Unfortunately, Mr Duncan Smith’s team seems to be making a similar error. A recent National Audit Office assessment of progress noted: “From mid-2012, it became increasingly clear that the department was failing to address recommendations from assurance reviews. Although the nature and emphasis of its recommendations changed over time, the key areas of concern raised by the Major Projects Authority in February 2013 had appeared in previous reports.”

Question two: Have I established a clear, durable chain of command?

One of the major criticisms of the American project has been that no single person has really been in charge. There was nobody who said: “My job is the seamless implementation of the Affordable Care Act.” Alas, the introduction of the Universal Credit system seems to be facing the very same problem. The programme has had five senior responsible owners since mid-2012. And note the strange nomenclature – “Senior responsible owners”. The very phrase seems to indicate a lack of grip.

Which is presumably why the National Audit Office observed that “throughout the programme the department has lacked a detailed view of how Universal Credit is meant to work. The department was warned repeatedly about the lack of a detailed ‘blueprint’, ‘architecture’ or ‘target operating model’ for Universal Credit. Over the course of 2011 and the first half of 2012, the department made some progress but did not address these concerns as expected. By mid-2012, this meant that the department could not agree what security it needed to protect claimant transactions and was unclear about how Universal Credit would integrate with other programmes.”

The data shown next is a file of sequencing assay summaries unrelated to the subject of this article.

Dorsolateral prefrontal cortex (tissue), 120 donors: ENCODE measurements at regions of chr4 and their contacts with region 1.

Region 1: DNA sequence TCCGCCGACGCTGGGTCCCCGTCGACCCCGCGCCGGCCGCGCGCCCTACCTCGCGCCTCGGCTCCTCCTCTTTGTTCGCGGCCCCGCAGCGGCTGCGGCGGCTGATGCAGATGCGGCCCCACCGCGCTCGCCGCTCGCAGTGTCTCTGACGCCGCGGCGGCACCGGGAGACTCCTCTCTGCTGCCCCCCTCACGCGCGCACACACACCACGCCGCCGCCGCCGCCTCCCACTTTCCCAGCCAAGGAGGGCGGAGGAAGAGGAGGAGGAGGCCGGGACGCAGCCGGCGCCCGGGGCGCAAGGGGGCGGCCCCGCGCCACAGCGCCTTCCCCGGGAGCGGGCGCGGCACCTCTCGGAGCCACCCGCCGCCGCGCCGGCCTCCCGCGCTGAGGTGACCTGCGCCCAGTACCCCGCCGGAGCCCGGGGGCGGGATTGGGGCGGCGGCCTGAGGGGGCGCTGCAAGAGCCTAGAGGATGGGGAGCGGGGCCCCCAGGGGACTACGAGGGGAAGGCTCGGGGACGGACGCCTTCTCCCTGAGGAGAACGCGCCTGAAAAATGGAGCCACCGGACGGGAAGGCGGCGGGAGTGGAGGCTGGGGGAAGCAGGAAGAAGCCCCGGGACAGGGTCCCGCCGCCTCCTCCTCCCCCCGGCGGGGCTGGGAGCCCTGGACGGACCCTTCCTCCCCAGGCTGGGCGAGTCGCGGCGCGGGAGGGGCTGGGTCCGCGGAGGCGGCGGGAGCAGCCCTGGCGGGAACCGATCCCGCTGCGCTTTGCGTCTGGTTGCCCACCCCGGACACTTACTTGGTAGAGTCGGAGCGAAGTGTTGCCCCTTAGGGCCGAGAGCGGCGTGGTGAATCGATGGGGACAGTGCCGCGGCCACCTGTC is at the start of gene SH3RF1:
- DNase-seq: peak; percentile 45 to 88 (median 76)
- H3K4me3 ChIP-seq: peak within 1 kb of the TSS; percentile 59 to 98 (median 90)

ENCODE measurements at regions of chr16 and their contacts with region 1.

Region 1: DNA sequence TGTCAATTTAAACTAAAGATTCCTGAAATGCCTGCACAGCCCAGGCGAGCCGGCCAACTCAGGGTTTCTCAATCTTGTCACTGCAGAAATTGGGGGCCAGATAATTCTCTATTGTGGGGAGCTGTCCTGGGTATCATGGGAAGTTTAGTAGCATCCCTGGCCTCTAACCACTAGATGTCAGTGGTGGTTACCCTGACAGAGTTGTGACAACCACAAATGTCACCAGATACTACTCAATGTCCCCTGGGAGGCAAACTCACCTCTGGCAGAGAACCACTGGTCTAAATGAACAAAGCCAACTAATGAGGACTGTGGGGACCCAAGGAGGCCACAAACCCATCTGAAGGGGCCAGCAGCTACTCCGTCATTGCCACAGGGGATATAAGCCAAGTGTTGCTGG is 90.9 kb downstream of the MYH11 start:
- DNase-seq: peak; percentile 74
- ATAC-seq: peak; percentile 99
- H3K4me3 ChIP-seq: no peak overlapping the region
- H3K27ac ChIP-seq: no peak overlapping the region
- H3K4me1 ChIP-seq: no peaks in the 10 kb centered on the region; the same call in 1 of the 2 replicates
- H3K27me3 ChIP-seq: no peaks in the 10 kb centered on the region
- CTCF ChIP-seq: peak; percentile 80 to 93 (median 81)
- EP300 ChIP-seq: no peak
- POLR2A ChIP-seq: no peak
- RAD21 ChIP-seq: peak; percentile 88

Question three: Has the Department of Work and Pensions got enough money to do the job well?

In the US, one of the problems was that Mr Duncan Smith’s equivalent, Kathleen Sebelius, US Secretary of Health and Human Services since 2009, simply couldn’t scrounge together enough money to keep a group of people developing the exchanges working directly under her. This at least was the opinion of one former official quoted by The Washington Post. Yet we know that Mr Duncan Smith’s department is going through a period of great financial stringency. It is reducing running costs by £2.7bn between 2009-10 and 2014-15. And it plans to reduce costs by a further £565m in 2015-16.